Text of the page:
- Make it easy. Few of us have the extra time, energy or budget to implement an entirely new class so it’s important to find a natural fit for financial literacy within the work you’re already doing. English class can include essays about what money means to your students, family and consumer science students can practice creating a family budget, geography students can research currency around the world and discuss the ways different cultures view money. Finances affect many aspects of our lives so it’s a natural fit to teach these concepts in a variety of subjects.
- Choose the right words. Using the right words can make or break a money lesson. If talking about money is hard or boring for your students, changing the way you talk about it may gain you more buy-in.
Be creative – especially with certain financial concepts that have gotten a bad name. Give money terminology a fresh perspective with some positive wordplay.
Budgets mean restriction for a lot of people so instead call it a spending plan, focusing on most students’ love of spending. Instead of an emergency fund, try relaxation fund. Talking about emergencies may automatically make someone feel tense, focus instead on how being prepared helps stressful situations not seem so bad.
- Get students involved. If you’re met with blank stares when talking emergency funds or retirement, let your students feed you concepts that make managing money more relevant to them. Instead of providing an example of an emergency, ask your students what would be a financial emergency for them and then explore the topic from there.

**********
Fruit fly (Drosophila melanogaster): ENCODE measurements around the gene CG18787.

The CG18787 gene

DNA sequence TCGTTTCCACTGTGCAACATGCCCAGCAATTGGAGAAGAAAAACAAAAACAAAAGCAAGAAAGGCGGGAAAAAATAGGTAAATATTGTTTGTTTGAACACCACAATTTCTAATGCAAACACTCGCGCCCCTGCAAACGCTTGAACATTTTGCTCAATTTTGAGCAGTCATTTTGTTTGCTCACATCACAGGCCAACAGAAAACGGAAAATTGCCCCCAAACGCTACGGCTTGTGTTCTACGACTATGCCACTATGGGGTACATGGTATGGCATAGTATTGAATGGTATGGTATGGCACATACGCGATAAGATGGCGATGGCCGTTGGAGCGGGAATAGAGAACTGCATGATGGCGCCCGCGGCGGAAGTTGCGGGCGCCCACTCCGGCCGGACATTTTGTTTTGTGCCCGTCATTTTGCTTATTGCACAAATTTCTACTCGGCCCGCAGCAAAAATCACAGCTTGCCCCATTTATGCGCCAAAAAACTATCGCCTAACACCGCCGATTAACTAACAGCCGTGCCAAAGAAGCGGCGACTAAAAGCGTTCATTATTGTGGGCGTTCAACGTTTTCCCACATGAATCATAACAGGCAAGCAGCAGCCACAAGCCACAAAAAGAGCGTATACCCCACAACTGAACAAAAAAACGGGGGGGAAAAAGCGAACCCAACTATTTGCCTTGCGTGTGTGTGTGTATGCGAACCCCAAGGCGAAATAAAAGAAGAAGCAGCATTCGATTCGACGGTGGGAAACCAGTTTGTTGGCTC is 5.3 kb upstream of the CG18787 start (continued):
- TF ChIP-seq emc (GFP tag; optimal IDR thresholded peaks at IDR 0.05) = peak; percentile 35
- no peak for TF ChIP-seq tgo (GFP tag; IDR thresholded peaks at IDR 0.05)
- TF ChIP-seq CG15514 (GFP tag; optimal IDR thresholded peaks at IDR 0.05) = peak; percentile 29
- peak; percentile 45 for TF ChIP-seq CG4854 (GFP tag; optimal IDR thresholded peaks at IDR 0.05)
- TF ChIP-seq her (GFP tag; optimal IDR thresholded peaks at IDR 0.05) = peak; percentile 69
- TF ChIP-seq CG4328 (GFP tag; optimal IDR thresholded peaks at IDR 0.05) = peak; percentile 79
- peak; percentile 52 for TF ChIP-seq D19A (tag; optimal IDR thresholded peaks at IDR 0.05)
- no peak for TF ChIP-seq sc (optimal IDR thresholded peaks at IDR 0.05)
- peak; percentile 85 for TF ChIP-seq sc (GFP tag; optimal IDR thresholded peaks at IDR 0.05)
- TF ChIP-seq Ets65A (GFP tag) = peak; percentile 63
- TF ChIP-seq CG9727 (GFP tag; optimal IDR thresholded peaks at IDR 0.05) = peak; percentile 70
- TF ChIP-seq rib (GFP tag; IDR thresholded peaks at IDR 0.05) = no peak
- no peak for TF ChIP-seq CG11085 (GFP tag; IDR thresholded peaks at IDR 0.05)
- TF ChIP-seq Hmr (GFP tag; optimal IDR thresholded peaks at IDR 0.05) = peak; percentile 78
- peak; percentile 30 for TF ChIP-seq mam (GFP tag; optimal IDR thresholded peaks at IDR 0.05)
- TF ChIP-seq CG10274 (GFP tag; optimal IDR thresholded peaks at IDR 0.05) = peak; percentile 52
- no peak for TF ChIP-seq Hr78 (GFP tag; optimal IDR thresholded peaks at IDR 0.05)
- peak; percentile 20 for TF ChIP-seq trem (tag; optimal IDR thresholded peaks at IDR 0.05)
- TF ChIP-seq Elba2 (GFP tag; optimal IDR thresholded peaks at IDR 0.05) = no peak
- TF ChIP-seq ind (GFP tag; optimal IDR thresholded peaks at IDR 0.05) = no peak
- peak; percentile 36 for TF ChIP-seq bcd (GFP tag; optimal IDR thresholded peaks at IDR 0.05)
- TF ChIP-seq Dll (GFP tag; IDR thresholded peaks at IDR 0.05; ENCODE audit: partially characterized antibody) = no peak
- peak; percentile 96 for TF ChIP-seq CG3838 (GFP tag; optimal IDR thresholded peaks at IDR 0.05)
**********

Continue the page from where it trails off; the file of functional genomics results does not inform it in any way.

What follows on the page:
- Think outside the financial box. Some concepts may be harder to grasp than others. When faced with a challenging money concept think in terms that aren’t financial. Take opportunity cost for example; opportunity cost is the next best thing you didn’t choose. Ask your students what their two favorite foods are. Then ask, if they could only eat one for an entire week, which they would choose. The option they didn’t pick is their opportunity cost.
Money can be very personal and elicit an emotional response. By practicing concepts without using money, it may allow them to look at it more objectively. Once they’re comfortable thinking about money concepts in other terms, it will be easier for them to apply it to their finances.
- Make it personal. If the subject doesn’t feel relevant to our situation, we’re less likely to pay attention and take it to heart. Finding ways to make managing money relevant to our students is key in helping to create lessons that will last a lifetime.
When talking about issues that are far in your student’s future, like retirement, ask them to picture someone close to them that’s close to retirement age – parents, grandparents, a coach or favorite teacher. Once they can put a face to the situation it may feel more important and interesting to them.